Even in imaginary lands, Black people are still not safe.
This article was a finalist and winner of the 2020 DC Student Arts Journalism Competition. Click here to learn more about the competition.
Let’s be honest. When you think of science fiction, it’s likely the same recycled images that come to mind. Aliens from some distant galaxy; scientists perfecting time travel; maybe even mutant robots taking over the world. In fact, it seems as if in the imaginary lands science fiction conjures, there’s room for just about anything – that is, except Black people.
Somehow, in universes where zombies and jedis exist, diverse casts are still a stretch. Only recently have sci-fi creators begun to invite actors of color into their world. Last year’s “Watchmen” rollout on HBO followed by this year’s premiere of “Lovecraft Country” on the same platform contributed to this new, more colorful wave of sci-fi. Both television shows feature Black protagonists at the frontline of their storylines, which is a milestone in itself. For the first time, Black characters are the ones doing the exploring and discovering, reclaiming their place in a genre previously shut off from them, so why does this win feel so off-putting?
The selling point for science fiction is that it is just that- fiction. Stories that put the slightest twist on reality until everything we know becomes strange and unrecognizable but still discernibly untrue. So what happens when the genre blurs this line? When creators take very real historical occurrences and engrain them into sci-fi plots until truth blends with make believe. While this is typically a forgivable offense, it becomes a lot trickier when there are Black characters involved and the truth being distorted is actual Black history.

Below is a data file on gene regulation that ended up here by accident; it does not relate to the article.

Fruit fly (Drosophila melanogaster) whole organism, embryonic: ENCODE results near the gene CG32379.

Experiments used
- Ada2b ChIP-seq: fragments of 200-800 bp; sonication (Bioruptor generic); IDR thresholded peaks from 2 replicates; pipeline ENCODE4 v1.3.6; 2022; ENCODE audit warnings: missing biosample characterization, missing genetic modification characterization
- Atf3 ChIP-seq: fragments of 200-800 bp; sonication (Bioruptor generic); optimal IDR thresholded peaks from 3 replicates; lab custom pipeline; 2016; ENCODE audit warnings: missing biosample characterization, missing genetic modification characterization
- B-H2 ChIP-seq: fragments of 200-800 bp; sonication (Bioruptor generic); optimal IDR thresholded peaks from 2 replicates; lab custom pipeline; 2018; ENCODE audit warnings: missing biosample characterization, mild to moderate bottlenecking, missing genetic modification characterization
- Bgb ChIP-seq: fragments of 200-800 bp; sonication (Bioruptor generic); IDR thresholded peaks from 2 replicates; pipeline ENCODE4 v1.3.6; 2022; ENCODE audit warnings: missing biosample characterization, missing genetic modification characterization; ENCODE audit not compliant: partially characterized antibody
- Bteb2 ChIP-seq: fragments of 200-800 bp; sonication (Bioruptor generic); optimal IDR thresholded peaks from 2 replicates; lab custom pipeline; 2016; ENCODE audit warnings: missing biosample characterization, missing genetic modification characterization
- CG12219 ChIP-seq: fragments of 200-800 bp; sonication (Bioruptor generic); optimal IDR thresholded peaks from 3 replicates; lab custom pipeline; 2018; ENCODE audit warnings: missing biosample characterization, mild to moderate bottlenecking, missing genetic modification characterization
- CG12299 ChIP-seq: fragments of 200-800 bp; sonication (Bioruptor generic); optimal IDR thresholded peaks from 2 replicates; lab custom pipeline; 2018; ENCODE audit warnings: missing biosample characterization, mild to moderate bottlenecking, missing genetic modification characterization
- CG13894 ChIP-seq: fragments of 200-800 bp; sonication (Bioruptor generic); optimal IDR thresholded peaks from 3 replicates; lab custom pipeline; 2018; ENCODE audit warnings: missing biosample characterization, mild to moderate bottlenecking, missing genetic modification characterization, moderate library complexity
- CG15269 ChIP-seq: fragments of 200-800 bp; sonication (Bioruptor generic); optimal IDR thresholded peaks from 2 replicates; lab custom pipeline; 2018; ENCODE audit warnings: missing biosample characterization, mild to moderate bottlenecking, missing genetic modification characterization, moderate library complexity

In “Watchmen,” between meeting floating blue men and wearing elaborate vigilante costumes, Regina King must also battle an underground white supremacy network. This re-envisioned version of Tusla, Oklahoma contains high-tech DNA tracking and men from space; yet, racism is the threat King must face. “Lovecraft Country” does the same thing. When they are not uncovering witchcraft, the show’s stars Journee Smollett and Jonathan Majors find themselves escaping from Sundown towns or getting their homes vandalized by racist white neighbors. Both shows have plenty of fantasy material to build off of but instead, they use the protagonists’ race as a crutch. Hannah Giorgis writes in the Atlantic “the show spends so much time focusing on its white characters’ near-comic monstrousness that it undercuts the development of its Black leads.” Directors and writers refuse to put in the work to expand on minority characters, and instead use their race as a scapegoat.
John Boyega, who played Finn in “Star Wars: The Last Jedi,” spoke on this disparity between the complexity of white characters and the shallowness of characters of color: “They gave all the nuance to Adam Driver, all the nuance to Daisy Ridley,” Boyega tells GQ Magazine. Writers of the “Star Wars” reboot lazily developed Boyega and other minority characters just as “Watchmen” and “Lovecraft Country” writers took the easy way out with their Black characters.